|Declination inspection hatch||RA inspection hatch|
Making sure the power switch is in the "off" position, connect the declination motor cable, Autostar handbox cable, and power source to the control panel. Remove the inspection hatch covers on both motor assemblies. Turn on the power switch and observe the hand box. You should see "Autostar" and hear a beep, followed by "Initializing" and then a scrolling "Sun Warning". The scroll speed is adjusted with the up and down arrow keys at the bottom of the handbox. After reading the warning and pressing the key it instructs you to press, you should see the "Getting Started" message. The unit may go into "calibrate motors" at this point and briefly move the unit in both axes. No problem; in fact we are going to do it intentionally in a little bit just to make sure. First, we need to make sure we have a fresh start with the handbox. Press "mode" four times. If the handbox has been reset, it will go into "site" selection and we can't continue until we pick a site. Press "enter" twice to pick the first site from the menu. Then power down for at least 5 seconds and turn it back on. After pressing the magic button to get out of the sun warning we are back where we started. This time, pressing the "mode" button four times will get us to "Align: Easy". Press "mode" to get into "setup". Press the "up" arrow AT THE BOTTOM OF THE KEYPAD once to get to "setup: Reset". Press "Enter" twice. The unit will reinitialize. Press the magic key again. Turn the unit off for 5 seconds. Turn it back on and press the magic key. Stand back; it will do a "motor calibration" now. This is a long way to get to where we are but we can now be sure we are all beginning with a fresh setup. The "Getting Started" message should now be scrolling.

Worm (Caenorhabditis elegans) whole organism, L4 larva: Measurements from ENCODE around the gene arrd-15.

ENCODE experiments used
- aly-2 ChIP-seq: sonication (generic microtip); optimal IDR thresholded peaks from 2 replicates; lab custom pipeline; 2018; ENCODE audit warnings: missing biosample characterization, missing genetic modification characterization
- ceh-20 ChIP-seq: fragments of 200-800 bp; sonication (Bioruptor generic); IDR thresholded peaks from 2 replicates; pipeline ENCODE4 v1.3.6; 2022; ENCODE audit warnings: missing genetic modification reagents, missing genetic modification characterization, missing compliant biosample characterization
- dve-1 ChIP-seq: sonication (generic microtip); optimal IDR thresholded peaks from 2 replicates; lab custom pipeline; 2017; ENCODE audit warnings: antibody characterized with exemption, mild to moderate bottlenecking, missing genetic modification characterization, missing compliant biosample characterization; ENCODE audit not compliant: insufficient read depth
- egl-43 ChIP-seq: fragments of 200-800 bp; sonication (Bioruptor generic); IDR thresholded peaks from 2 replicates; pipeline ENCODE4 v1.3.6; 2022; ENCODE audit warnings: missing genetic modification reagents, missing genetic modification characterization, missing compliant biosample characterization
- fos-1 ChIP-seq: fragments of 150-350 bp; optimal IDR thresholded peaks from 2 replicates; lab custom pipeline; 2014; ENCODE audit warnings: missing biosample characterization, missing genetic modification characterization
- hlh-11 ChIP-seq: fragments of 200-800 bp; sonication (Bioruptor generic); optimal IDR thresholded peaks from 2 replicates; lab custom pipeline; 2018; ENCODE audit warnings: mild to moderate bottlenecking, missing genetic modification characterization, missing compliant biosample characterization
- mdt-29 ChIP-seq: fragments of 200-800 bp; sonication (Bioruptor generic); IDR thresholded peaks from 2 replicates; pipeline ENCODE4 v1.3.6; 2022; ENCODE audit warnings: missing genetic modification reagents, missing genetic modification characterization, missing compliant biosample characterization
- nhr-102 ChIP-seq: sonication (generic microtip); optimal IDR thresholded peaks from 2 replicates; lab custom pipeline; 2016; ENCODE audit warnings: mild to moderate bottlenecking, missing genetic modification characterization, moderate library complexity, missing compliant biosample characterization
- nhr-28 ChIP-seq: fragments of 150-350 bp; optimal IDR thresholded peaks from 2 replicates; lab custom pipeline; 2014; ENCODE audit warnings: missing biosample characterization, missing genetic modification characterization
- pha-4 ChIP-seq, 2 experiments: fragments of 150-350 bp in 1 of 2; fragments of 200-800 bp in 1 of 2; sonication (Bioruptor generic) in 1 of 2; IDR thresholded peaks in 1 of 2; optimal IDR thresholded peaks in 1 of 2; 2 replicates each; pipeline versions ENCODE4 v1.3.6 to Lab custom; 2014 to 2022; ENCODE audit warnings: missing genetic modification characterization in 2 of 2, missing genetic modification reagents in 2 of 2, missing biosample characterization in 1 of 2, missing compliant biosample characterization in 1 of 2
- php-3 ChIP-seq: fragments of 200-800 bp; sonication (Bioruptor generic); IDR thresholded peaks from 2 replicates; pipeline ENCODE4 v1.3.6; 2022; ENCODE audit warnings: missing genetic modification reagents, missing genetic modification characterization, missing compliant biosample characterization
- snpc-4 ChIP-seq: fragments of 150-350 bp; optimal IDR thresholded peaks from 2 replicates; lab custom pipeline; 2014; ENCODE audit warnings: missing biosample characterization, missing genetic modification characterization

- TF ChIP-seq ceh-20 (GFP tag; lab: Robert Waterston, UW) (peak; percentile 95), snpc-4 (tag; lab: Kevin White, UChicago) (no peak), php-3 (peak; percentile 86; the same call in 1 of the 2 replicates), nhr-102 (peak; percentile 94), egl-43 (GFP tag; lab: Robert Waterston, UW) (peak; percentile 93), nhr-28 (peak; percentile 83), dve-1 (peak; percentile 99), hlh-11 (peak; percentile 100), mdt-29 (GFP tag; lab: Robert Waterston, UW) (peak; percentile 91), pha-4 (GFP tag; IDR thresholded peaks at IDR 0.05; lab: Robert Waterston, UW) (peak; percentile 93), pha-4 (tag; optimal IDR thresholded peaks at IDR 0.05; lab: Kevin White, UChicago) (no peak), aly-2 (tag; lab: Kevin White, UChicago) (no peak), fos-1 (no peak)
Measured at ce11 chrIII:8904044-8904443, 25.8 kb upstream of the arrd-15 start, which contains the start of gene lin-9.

Press "Enter" and enter today's date. Press "enter" again and will be displayed. Leave this for now and press "Enter" again. Answer the "daylight savings" question and press "Enter". Now scroll through the "Country/State menu" (using the UP/Down buttons AT THE BOTTOM OF THE HANDBOX) and select the best entry and press "Enter".Select the nearest city and press "Enter". Select the telescope model and press "Enter". Note - a more precise location entry is possible and may be desirable later but for now this will do. NOTE - FOR THOSE IN THE SOUTHERN HEMISPHERE - FROM THIS POINT ON, WHEN INSTRUCTED TO ORIENT THE TRIPOD WITH THE STAR LEG TO THE NORTH, YOU WILL INSTEAD ORIENT THE STAR LEG TO THE SOUTH! Now you should be back (at last!) to "Align: Easy". Press the number "6" on the handbox and you will see a brief message, "speed= .5 degrees/second". Looking through the inspection hatches on both motors, observe that the motors actuate in response to the four "direction" buttons just below the "mode" button. Carefully observe that, in each motor, there is NO slippage between the visible gears and their shafts. Replace the hatch covers. If you see ANY slippage, dig out a .050" Allen wrench and pull the offending motor off to tighten the gear setscrews (instructions forthcoming or available on the "lxd55telescopes" Yahoo Group). If there is no slippage, or if it has been corrected, then proceed.